About Minimal / Industrial Art
In this documentation we introduce the German artist Charlotte Posenenske who spent ten years of her life working as an artist (1958-1968), producing paper works, serial objects and using blank materials of everyday life.
documenta 12 Works
Beating the art historians to the task, Charlotte Posenenske herself systematically arranged into work lists those works she made between 1958 and 1968. Just as she had suggested, these works were later categorised and ordered chronologically: As works on paper, pictures with a sculptural quality (made of sheet metal), multi-part so-called reliefs (made of metal), square pipes (made of corrugated cardboard or tin), and those revolving vanes (made of wood) which she produced last in her career. Her work thus expanded from two-dimensional visual space into three-dimensional real space. She always followed the cues given her by her materials.
Commenting on her sculptural pictures, Posenenske writes: “They are reminiscent of impressions from our technical environment: Illumination effects, fast driving, spaces of roads or air that narrow, or bulge forward or bend backwards. At the same time, they are reminiscent of our technological environment – suggesting parts of automotive chassis, billboards, warning signs whose production is similar in terms of technology.” Analogies to industrial products are also evident in the square pipes and revolving panels. Posenenske makes a performance of the possibilities inherent in shifting and combining: Assistants wearing overalls were given instructions to re-form the objects. She herself documented Reliefs Serie B (1967) in front of a car, a configuration of her Vierkantrohre Serie D (Square Pipes Series D; 1967) on a traffic island in Offenbach, Germany, and a Drehflügel Serie E (Revolving Vanes Series E; 1967/2007) at Frankfurt airport. She wanted to test the forms in proximity to their sources of inspiration. With her schematic, lettered titles, choice of material, and mode of production, she imitates industrial processes and undermines the notion of the author.
Ultimately, Posenenske’s work is difficult to categorise: True, it has similarities with contemporary U.S. minimal art or pop art, both in its choice of materials and its imitation of everyday objects. These genealogical lines provide the artist with a concrete link to the Modern. Her relationship to art, however, was always ambivalent. At documenta 4, for example, she distributed pamphlets against art, and in 1968 she switched from art to sociology.
documenta 12 exhibits Charlotte Posenenske’s work at various sites. These works, representative of her fast evolving periods of creation, clarify the principle of repetition to which she committed herself so rigorously. The Streifenbilder (Stripe Pictures; 1965) are concentrated attempts to apply paint in a new way. At that time, she not only used primary colours, but also green, purple, orange, grey, and other colours. The diagonal, vertical, and horizontal lines – paying homage to the artist group De Stijl – she used broad felt-tip pens and narrow chalks. These pieces are well-arranged, clear experiments in colour and composition and thus also experiments in perception. They clearly demonstrate that different materials become more prominent because of expression, material, form, or means of production. Posenenske addresses the question of composition and tries to dissolve the hierarchy inherent in painting by taking a constructive approach. Plastisches Bild (Plastical Picture; 1966) is a metal sheet sprayed white, and crosswise bent. On the various sculptural pictures, the artist creates “ridges, intersections, pyramids, bulges, steps, corners, beams, folds, funnels”. Thus she hints at a three-dimensional form in the originally two-dimensional material, paving herself a path to objects in real space.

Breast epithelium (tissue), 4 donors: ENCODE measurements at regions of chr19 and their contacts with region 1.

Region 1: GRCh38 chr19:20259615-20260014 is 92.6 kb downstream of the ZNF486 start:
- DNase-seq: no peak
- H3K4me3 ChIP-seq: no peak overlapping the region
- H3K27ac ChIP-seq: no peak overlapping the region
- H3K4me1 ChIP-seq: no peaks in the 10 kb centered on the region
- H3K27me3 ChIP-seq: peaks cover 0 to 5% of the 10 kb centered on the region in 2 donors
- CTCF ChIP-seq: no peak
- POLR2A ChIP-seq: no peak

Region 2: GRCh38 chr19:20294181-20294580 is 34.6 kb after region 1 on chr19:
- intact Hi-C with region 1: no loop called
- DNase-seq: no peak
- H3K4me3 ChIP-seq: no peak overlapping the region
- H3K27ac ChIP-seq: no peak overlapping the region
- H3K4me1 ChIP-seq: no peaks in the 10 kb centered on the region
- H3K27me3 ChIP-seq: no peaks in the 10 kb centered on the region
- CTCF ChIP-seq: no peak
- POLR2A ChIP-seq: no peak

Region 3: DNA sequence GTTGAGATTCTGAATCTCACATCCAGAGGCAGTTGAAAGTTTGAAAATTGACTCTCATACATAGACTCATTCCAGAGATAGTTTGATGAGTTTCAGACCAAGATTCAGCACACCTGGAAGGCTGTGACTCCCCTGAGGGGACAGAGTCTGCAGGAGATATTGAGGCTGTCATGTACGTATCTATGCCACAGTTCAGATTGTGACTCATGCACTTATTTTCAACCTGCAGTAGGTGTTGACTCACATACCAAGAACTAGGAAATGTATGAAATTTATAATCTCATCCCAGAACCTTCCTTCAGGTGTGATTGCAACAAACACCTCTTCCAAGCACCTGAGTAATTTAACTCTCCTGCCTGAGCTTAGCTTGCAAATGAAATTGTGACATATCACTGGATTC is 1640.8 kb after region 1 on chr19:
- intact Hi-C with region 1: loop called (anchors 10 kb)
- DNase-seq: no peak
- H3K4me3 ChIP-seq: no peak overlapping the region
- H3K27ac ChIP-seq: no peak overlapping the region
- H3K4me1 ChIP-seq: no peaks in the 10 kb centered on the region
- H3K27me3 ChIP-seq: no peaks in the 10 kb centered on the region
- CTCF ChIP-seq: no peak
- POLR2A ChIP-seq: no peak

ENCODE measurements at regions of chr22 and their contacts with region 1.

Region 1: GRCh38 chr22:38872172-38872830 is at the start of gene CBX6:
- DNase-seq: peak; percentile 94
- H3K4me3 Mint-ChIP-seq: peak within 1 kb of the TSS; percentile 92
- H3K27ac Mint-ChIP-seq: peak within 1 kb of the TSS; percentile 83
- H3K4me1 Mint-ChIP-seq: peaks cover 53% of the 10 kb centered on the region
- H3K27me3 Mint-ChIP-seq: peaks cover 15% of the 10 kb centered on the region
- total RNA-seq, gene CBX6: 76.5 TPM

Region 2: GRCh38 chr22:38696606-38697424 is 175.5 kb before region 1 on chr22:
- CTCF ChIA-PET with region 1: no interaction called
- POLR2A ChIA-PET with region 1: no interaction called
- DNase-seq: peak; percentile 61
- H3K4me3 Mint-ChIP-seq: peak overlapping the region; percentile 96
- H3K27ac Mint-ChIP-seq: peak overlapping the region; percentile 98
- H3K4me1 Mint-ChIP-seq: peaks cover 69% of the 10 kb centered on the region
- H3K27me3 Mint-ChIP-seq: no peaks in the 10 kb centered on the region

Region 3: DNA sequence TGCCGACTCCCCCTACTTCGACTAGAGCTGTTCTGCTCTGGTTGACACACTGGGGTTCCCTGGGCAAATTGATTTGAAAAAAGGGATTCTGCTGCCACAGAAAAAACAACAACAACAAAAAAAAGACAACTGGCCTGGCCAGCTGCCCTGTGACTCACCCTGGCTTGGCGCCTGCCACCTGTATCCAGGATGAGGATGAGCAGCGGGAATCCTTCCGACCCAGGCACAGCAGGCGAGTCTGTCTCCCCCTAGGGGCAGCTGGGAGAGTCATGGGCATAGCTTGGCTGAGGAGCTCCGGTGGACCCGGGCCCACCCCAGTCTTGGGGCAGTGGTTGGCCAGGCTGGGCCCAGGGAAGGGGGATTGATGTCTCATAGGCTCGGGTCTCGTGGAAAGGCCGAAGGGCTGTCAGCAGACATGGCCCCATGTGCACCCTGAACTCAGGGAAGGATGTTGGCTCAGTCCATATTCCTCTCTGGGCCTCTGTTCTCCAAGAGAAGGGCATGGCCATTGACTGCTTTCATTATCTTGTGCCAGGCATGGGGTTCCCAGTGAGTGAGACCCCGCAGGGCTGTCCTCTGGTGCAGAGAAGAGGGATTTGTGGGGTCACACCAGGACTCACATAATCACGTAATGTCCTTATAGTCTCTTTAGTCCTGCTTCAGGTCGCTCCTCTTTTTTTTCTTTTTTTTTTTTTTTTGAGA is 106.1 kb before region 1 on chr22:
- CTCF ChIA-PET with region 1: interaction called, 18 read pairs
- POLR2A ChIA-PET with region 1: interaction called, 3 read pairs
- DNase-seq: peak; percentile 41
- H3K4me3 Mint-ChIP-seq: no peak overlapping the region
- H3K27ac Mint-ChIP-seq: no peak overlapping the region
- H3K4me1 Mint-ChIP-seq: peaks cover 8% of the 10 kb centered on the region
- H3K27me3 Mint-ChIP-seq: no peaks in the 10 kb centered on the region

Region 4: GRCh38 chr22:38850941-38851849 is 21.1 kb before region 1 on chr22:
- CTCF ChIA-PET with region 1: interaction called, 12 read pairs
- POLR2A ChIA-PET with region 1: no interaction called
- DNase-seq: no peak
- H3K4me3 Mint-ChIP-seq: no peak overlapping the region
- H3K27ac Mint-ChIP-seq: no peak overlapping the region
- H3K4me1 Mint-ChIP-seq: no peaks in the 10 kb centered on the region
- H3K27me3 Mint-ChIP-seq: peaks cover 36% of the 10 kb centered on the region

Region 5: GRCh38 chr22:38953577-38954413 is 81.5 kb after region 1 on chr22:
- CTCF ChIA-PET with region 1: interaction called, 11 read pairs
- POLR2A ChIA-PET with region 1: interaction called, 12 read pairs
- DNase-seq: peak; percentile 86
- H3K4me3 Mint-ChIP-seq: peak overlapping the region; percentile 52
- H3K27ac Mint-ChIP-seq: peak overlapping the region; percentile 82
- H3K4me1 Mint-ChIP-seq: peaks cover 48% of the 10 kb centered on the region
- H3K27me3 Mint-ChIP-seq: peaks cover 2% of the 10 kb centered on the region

It is their industrial production and seriality which link Posenenske’s Reliefs (1967) to minimal art: They are rectangular metal sheets made of aluminium and steel that have concave and convex bulges. During this work-phase, she moves into actual space, because the material – steel – is edged and painted on all sides with the industrial colours RAL (European Colour Standard) yellow, red, blue, or black. 4 Reliefs, Elemente der Serie B (4 Reliefs, Elements of Series B; 1967), are serially produced, sprayed yellow, and can be hung at the wall or laid on the floor. She then produced objects not unlike ventilation vents: Vierkantrohre Serie D(Square Pipes Series D; 1967), made out of galvanised steel sheets, and Vierkantrohre Serie DW (Square Pipes Series DW; 1967), made out of corrugated cardboard. Both systems consist of several parts that can be freely combined. They are hollow and can be bolted together. Then there are three replicas, made of pressboard, of Drehflügel Serie E (Revolving Vanes Series E; 1967), reconstruction 2007.
Posenenske says, “the most important thing is that they can be turned and thus change their position to each other and to the space they are in”. Fingerprints and other traces of use were intentionally retained. In the course of its100 days run, documenta 12 visitors will leave their own traces on the reproductions. Apart from the reproductions in original size, a print, Konzept (Skizze) Drehflügel Serie E (Concept (Sketch) Revolving Vanes Series E; 1967/1968), will also be shown, which is hardly distinguishable from industrial designs.
From: documenta 12
© Jochem Hendricks; Burkhard Brunn; Photo: Roman März / documenta GmbH, Irmgard Berner / nurart.org
Courtesy Galerie im Taxispalais